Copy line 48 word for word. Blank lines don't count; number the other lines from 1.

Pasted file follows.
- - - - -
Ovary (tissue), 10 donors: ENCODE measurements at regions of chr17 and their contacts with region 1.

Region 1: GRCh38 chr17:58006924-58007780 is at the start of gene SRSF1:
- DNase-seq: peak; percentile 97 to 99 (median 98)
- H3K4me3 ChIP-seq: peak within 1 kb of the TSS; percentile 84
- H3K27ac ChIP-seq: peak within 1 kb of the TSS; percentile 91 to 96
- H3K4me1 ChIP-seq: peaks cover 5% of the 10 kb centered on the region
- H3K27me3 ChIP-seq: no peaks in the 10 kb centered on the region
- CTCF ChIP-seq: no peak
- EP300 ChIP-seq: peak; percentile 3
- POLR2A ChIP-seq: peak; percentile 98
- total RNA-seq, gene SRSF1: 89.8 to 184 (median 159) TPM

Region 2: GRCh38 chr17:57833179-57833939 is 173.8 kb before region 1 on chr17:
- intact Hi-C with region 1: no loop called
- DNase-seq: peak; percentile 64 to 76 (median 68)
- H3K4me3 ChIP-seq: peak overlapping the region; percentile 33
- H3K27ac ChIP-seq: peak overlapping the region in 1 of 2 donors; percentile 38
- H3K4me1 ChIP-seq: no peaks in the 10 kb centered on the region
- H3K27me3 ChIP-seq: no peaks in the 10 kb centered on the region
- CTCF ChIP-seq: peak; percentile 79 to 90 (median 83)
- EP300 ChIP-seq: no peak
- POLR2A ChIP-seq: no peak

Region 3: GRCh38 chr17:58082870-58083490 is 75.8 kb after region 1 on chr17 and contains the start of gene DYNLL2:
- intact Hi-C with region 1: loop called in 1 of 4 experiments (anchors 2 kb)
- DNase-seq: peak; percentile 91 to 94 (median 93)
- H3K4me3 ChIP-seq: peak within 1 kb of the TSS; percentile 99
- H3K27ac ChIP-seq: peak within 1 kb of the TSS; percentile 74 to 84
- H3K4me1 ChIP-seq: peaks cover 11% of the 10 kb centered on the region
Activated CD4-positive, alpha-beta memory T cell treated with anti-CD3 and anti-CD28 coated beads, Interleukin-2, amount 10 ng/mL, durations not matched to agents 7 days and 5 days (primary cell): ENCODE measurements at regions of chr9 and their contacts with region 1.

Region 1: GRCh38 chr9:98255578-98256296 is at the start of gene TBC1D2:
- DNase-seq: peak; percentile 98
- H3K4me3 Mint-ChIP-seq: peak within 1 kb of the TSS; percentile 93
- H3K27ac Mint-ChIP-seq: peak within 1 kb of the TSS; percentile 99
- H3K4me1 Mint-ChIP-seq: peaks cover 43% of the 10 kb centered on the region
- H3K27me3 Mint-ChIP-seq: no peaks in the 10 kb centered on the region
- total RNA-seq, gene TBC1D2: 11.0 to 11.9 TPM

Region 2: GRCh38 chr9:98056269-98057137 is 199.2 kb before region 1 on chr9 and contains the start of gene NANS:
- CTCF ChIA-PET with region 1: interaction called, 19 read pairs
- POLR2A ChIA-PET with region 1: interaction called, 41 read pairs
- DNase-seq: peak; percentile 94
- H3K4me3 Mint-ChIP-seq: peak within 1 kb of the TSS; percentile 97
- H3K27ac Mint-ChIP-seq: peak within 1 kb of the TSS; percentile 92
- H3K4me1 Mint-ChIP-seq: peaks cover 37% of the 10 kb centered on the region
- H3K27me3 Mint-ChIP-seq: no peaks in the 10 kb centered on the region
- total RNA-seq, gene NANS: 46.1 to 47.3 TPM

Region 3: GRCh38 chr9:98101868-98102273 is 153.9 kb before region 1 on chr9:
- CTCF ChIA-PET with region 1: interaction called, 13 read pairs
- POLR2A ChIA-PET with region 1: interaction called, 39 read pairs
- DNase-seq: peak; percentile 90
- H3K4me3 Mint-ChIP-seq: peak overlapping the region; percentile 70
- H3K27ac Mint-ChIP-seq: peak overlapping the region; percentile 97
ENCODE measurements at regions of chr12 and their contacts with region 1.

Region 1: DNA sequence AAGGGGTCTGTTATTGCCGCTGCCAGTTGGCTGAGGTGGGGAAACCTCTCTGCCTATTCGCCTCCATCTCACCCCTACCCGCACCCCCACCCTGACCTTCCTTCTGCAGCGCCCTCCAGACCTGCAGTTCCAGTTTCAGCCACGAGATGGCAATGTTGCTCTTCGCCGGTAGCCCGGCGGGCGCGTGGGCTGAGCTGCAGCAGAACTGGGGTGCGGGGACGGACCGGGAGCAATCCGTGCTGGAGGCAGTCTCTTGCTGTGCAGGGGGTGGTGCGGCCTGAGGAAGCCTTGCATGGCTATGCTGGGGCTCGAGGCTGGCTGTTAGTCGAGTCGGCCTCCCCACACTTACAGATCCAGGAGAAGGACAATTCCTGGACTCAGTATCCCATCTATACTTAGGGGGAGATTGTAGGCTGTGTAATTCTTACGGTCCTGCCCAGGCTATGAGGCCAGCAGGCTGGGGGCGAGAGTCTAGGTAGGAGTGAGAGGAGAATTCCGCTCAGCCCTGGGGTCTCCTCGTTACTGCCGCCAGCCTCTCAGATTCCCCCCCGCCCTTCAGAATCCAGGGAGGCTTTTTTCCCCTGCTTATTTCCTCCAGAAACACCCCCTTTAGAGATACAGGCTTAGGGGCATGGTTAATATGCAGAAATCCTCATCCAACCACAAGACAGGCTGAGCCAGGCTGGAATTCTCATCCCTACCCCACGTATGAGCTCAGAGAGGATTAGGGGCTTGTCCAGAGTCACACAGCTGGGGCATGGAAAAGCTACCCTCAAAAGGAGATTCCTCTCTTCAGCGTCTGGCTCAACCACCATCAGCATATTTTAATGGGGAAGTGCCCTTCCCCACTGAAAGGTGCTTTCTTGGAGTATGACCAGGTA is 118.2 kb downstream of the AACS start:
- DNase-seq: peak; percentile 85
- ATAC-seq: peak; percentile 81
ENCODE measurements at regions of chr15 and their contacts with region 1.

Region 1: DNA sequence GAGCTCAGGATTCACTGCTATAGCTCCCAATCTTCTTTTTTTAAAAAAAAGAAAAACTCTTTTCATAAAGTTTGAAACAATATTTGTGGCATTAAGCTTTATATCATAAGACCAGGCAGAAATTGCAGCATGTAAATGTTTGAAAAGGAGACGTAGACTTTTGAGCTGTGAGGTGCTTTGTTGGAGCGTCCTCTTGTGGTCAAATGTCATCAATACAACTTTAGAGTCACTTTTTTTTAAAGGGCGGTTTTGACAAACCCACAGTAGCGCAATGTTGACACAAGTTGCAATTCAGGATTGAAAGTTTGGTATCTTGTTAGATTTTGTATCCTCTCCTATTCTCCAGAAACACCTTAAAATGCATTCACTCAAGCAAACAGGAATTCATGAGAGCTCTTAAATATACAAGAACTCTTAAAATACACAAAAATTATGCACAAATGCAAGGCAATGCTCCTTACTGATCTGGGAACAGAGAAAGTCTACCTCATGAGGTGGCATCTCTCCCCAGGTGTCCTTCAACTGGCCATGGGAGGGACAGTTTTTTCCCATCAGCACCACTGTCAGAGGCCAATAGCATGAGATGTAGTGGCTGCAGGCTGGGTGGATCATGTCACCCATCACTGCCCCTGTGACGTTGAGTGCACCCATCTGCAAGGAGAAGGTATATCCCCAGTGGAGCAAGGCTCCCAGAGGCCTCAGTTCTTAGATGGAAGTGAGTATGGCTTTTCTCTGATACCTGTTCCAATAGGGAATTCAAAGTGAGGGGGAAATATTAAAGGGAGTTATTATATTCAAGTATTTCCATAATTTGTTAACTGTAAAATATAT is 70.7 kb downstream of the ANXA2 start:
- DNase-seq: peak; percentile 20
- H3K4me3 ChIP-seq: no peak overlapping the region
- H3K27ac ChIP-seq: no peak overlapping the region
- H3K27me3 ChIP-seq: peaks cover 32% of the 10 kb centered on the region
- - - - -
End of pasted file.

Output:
- DNase-seq: peak; percentile 90